Love train 

The three extended scenes that make up ART Station's Last Train to Nibroc nicely fit the tried-and-true structure of "Boy Meets Girl, Boy Loses Girl, Boy Gets Girl." Maybe a little too nicely, as Arlene Hutton's WWII-era love story proves wispy despite its charming moments.

Two young people must share a seat on the Santa Fe Super Chief from California to New York. Easy-going Raleigh (Jeremy Cudd) has been discharged from the service for health reasons, while prim May (Barbara Cole) feels estranged from her enlisted fiancé. Initially wary of each other, the two discover they're from neighboring towns in Kentucky, and Raleigh reveals that their train is carrying the recently deceased bodies of F. Scott Fitzgerald and Nathaniel West.

In the second scene, their once-promising relationship has soured, and we see their impromptu reunion at a festival after months apart. Both players convey the ache of lost idealism. Raleigh, once an aspiring novelist, now is working the family farm and hearing his diction disintegrate.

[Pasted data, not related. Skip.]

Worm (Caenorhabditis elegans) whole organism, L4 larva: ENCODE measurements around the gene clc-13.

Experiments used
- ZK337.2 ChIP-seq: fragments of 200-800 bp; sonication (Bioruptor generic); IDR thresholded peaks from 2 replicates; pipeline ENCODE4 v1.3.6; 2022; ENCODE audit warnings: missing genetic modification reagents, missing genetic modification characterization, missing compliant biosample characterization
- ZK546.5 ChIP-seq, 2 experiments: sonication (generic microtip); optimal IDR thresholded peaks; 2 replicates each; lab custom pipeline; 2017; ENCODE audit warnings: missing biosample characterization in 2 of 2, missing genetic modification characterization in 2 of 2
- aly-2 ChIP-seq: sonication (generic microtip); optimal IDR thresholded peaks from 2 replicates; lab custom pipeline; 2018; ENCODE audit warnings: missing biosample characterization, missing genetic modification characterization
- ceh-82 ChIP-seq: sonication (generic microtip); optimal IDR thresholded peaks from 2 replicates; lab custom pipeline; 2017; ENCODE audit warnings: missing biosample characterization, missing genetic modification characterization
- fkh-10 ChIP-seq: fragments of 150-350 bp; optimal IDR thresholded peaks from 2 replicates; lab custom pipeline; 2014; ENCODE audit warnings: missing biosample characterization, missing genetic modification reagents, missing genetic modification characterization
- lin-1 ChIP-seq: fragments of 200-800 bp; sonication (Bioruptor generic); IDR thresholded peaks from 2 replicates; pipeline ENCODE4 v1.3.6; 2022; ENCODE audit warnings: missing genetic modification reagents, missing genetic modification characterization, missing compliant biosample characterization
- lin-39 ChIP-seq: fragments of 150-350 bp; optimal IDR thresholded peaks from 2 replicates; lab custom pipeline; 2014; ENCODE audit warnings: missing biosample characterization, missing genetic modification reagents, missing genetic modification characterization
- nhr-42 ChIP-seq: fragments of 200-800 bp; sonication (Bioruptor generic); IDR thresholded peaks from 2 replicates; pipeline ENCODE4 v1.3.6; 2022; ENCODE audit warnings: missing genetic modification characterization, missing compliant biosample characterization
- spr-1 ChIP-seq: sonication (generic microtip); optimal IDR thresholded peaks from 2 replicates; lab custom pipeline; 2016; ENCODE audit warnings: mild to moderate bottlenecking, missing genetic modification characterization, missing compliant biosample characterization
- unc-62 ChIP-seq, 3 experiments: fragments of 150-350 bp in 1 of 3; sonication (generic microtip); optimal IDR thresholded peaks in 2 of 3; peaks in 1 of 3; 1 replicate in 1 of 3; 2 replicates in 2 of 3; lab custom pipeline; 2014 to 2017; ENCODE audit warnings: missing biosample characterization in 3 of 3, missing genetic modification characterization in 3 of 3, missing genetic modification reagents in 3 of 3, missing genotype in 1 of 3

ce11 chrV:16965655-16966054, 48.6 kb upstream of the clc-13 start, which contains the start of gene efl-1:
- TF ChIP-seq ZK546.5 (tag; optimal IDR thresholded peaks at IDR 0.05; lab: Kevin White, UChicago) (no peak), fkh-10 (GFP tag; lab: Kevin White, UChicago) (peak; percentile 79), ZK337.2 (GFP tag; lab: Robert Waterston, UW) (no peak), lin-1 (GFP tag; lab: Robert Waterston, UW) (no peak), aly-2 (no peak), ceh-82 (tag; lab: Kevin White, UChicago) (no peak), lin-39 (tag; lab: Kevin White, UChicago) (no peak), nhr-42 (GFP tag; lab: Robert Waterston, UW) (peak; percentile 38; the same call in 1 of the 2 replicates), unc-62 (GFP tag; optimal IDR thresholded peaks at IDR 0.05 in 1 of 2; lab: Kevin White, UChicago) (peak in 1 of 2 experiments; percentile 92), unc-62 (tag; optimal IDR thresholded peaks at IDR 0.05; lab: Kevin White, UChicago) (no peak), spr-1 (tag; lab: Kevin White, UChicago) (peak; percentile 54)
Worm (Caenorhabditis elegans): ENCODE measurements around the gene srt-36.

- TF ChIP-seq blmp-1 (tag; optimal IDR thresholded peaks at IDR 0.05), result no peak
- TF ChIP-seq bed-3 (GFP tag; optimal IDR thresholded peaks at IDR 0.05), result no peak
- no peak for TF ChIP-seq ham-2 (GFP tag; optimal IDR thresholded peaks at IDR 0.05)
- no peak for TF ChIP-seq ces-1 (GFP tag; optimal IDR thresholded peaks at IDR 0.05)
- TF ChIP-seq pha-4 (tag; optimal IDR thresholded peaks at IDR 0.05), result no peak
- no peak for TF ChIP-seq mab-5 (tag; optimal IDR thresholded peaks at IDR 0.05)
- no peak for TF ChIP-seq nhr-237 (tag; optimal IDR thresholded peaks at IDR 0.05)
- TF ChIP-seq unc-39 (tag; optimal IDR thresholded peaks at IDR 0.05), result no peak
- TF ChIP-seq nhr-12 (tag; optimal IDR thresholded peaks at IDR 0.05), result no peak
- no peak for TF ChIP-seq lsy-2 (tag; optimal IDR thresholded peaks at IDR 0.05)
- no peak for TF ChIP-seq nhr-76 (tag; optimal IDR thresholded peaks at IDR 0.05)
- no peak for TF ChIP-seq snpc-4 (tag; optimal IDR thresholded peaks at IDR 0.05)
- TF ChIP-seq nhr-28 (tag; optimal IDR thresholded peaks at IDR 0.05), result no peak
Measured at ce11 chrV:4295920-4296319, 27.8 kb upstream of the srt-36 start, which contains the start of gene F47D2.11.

The final act, with its Norman Rockwell setting of a porch, proves a little soft and turns on a hard-to-swallow contrivance wherein May mistakes Raleigh's epilepsy with another disease that sounds vaguely similar. May can be slow on the uptake, while Cole herself comes across as sharper than that.

Lacking enough grit to be truly memorable, ART Station's Last Train to Nibroc is still a nostalgic romance with some fleeting insights into medical care and religious vocations during World War II. And at less than 90 minutes with no intermission, it's a breezy, non-stop trip.

Last Train to Nibroc plays through April 14 at ART Station, 5384 Manor Drive, Stone Mountain, with performances at 8 p.m. Wed.-Sat. and 3 p.m. Sun. $15-$21. 770-469-1105.

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